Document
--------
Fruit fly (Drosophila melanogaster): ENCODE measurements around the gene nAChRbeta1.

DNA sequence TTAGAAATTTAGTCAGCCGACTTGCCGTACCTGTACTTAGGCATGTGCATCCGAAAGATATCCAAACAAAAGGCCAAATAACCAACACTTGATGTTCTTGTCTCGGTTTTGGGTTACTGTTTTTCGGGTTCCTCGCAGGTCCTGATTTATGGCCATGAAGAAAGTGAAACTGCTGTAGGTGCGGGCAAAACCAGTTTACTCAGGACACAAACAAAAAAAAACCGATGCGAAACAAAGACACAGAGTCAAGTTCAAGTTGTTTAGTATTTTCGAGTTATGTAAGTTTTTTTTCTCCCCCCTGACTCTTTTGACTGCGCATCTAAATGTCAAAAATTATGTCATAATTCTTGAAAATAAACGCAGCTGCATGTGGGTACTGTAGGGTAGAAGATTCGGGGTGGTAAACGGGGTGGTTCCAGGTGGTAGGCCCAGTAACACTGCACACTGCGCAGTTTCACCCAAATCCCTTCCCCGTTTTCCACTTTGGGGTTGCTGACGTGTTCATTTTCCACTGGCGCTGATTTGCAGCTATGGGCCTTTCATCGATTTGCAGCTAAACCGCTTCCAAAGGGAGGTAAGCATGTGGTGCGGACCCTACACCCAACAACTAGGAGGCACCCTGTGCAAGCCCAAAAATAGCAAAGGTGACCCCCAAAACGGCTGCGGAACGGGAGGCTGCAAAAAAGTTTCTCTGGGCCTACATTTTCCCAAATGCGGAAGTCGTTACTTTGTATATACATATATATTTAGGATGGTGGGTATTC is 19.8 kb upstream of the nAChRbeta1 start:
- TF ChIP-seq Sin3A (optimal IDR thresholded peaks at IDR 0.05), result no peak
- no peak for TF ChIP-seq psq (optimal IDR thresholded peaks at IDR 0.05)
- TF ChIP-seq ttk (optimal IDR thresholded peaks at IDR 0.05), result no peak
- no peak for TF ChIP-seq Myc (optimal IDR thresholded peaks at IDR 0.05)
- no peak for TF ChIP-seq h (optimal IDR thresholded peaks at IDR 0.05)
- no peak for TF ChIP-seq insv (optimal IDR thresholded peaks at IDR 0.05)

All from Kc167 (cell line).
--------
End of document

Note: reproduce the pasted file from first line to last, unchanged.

Fruit fly (Drosophila melanogaster): ENCODE measurements around the gene nAChRbeta1.

DNA sequence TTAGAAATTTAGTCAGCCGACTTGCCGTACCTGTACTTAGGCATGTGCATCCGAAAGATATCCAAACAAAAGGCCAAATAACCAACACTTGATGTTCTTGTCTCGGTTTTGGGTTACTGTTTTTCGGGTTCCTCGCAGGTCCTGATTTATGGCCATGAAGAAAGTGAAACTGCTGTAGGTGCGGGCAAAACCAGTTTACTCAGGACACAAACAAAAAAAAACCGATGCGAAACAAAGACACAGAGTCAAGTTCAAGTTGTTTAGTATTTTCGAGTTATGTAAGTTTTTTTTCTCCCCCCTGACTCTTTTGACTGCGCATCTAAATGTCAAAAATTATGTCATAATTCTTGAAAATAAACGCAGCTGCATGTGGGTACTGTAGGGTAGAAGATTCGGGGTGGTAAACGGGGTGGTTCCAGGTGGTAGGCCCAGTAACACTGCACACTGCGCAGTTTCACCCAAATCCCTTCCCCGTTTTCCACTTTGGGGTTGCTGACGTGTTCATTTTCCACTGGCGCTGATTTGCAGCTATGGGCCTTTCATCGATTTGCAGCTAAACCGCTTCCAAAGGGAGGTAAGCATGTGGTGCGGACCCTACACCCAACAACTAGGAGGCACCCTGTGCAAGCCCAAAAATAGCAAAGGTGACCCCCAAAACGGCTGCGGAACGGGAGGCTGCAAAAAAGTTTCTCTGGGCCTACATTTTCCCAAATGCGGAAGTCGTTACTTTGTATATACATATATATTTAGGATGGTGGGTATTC is 19.8 kb upstream of the nAChRbeta1 start:
- TF ChIP-seq Sin3A (optimal IDR thresholded peaks at IDR 0.05), result no peak
- no peak for TF ChIP-seq psq (optimal IDR thresholded peaks at IDR 0.05)
- TF ChIP-seq ttk (optimal IDR thresholded peaks at IDR 0.05), result no peak
- no peak for TF ChIP-seq Myc (optimal IDR thresholded peaks at IDR 0.05)
- no peak for TF ChIP-seq h (optimal IDR thresholded peaks at IDR 0.05)
- no peak for TF ChIP-seq insv (optimal IDR thresholded peaks at IDR 0.05)

All from Kc167 (cell line).